7th International Conference on Spoken Language Processing
September 16-20, 2002
Previous studies have shown that children’s speech is more difficult to recognize by machine than adults’ speech. This paper presents the results of experiments which investigate recognition performance variation within a small population of children. Results suggest that recogniser performance on a child’s speech is well correlated with a teacher’s assessment of the child’s speaking proficiency. For children whose speech is judged to be good, performance is close to that of adults, but error rates increase by a factor of 4 for children with ‘poor’ speech. An analysis of actual pronunciations for children with poor speech shows significant divergence from the ‘idealised’ baseforms in a pronunciation dictionary. It is demonstrated that some improvements can be gained through the use of customized dictionaries. Finally, the effects of bandwidth reduction on recogniser performance are investigated for a range of children with differing speaking styles.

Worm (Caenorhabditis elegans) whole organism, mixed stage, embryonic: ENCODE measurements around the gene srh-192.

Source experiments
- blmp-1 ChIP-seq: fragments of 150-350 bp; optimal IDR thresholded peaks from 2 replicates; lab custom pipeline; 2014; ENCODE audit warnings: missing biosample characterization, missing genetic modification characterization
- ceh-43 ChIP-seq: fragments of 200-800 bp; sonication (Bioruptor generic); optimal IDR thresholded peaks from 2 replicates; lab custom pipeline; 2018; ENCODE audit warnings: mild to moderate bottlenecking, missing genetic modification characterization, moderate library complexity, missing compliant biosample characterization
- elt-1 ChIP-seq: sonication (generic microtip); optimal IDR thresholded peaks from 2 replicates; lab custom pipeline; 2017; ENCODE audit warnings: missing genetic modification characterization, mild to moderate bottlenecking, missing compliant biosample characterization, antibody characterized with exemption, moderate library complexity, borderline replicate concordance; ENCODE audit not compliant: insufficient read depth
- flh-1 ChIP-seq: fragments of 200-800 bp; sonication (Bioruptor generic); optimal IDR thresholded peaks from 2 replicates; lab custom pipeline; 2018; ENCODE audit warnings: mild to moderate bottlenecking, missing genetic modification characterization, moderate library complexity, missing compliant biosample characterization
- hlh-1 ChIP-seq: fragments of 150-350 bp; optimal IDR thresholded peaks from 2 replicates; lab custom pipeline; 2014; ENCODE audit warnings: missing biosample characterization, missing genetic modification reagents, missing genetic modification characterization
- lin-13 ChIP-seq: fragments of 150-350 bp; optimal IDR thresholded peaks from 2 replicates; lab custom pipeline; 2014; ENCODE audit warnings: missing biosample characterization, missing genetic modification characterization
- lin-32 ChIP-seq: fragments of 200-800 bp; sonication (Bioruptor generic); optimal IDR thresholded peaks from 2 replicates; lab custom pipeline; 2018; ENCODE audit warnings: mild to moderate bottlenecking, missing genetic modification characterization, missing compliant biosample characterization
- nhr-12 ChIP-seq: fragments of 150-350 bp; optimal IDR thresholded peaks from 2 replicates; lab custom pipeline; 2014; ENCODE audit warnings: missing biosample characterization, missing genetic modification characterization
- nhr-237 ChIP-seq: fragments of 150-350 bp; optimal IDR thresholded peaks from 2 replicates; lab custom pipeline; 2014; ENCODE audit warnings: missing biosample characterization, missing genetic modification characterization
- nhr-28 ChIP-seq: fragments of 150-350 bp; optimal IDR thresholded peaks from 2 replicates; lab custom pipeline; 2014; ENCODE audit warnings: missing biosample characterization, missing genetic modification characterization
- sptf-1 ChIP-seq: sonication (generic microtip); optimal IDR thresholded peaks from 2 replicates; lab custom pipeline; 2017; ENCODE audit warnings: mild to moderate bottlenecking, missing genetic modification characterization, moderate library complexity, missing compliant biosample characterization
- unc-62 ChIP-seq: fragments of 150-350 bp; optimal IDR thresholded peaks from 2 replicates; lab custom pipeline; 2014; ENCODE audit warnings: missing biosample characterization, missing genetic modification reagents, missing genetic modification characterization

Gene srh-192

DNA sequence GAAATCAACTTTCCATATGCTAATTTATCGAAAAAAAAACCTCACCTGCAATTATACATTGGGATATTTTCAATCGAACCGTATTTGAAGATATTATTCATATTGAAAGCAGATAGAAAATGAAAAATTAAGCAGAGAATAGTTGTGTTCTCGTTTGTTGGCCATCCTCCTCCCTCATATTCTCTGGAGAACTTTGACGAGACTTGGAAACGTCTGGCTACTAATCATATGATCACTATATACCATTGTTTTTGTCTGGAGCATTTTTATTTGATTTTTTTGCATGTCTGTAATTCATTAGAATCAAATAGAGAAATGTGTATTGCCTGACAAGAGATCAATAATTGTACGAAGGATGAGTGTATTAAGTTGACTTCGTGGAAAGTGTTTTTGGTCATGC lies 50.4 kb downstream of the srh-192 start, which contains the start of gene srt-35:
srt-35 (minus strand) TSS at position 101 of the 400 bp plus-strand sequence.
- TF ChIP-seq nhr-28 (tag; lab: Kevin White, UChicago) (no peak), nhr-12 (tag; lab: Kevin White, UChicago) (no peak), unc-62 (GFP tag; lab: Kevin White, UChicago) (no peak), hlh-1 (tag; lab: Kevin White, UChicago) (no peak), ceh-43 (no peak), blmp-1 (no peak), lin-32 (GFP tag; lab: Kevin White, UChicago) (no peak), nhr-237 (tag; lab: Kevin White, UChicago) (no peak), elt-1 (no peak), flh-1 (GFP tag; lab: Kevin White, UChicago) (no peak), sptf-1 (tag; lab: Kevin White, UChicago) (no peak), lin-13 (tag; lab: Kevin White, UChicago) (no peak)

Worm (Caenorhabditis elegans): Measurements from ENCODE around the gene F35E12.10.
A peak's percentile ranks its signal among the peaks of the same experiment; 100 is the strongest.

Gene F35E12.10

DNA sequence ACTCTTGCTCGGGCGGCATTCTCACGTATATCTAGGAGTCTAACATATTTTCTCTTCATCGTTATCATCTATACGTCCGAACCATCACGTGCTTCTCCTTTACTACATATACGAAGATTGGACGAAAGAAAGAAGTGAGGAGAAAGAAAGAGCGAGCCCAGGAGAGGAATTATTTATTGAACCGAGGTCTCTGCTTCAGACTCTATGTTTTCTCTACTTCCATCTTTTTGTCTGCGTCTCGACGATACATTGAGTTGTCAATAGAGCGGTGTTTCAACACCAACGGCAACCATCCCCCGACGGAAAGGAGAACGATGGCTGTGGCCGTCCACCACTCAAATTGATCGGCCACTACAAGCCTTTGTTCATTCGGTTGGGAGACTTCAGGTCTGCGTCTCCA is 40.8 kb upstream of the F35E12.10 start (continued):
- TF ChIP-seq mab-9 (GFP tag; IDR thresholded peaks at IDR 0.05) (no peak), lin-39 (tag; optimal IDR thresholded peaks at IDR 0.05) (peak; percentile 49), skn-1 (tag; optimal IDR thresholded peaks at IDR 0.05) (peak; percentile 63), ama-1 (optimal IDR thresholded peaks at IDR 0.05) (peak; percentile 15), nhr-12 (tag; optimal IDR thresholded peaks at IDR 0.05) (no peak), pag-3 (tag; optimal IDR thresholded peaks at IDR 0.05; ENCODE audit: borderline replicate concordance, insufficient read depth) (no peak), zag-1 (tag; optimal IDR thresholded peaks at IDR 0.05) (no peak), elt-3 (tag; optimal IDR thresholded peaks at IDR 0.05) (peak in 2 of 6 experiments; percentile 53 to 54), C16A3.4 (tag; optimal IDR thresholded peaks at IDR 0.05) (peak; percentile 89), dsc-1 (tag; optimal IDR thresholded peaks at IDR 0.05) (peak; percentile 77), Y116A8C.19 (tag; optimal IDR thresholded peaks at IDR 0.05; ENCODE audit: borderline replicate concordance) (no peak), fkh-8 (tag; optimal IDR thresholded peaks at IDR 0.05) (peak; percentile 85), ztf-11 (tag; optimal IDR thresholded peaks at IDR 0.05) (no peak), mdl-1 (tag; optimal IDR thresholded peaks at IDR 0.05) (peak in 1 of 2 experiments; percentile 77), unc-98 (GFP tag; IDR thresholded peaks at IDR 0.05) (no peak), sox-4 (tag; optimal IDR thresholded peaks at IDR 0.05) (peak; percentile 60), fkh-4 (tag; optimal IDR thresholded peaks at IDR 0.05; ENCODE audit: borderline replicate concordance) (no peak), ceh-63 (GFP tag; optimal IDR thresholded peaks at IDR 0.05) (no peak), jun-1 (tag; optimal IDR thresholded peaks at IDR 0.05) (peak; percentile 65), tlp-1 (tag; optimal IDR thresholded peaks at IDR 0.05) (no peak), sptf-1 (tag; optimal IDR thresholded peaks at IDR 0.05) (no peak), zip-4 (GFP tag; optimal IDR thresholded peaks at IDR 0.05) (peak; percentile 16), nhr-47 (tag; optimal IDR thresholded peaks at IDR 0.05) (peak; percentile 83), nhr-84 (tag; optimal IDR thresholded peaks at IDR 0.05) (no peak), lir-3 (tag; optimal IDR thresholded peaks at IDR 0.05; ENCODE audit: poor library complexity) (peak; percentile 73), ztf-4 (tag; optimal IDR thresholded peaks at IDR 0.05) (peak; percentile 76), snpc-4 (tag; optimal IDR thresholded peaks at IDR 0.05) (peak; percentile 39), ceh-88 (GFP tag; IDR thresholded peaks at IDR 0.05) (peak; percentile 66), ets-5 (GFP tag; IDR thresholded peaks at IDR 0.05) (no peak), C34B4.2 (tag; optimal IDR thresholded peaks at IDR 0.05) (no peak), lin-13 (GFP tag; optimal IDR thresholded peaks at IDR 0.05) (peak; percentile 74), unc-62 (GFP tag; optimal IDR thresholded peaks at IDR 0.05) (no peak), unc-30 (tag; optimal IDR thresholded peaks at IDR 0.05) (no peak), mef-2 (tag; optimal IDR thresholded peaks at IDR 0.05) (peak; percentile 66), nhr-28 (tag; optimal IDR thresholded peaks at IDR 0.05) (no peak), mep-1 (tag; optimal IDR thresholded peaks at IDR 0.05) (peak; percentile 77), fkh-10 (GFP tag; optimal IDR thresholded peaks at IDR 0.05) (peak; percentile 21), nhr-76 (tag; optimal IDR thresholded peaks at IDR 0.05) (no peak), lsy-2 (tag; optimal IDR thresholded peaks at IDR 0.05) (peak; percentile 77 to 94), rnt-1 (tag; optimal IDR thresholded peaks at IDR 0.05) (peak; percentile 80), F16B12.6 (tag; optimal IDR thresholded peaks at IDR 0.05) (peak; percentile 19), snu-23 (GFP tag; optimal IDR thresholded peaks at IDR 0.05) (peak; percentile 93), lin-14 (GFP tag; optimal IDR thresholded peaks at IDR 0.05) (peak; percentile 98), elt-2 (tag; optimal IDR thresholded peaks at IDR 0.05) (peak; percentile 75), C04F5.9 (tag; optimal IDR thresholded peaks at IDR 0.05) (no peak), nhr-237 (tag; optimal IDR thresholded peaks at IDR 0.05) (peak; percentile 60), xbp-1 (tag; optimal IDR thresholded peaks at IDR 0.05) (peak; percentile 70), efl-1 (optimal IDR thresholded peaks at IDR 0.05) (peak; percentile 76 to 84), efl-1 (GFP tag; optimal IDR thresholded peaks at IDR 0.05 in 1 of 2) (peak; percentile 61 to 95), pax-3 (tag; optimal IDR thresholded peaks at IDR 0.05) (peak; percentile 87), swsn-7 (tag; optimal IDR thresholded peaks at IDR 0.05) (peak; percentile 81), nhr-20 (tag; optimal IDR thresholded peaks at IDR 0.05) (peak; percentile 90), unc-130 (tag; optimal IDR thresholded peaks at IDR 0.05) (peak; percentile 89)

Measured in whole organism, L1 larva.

Bibliographic reference. Li, Qun / Russell, Martin J. (2002): "An analysis of the causes of increased error rates in children˛s speech recognition", In ICSLP-2002, 2337-2340.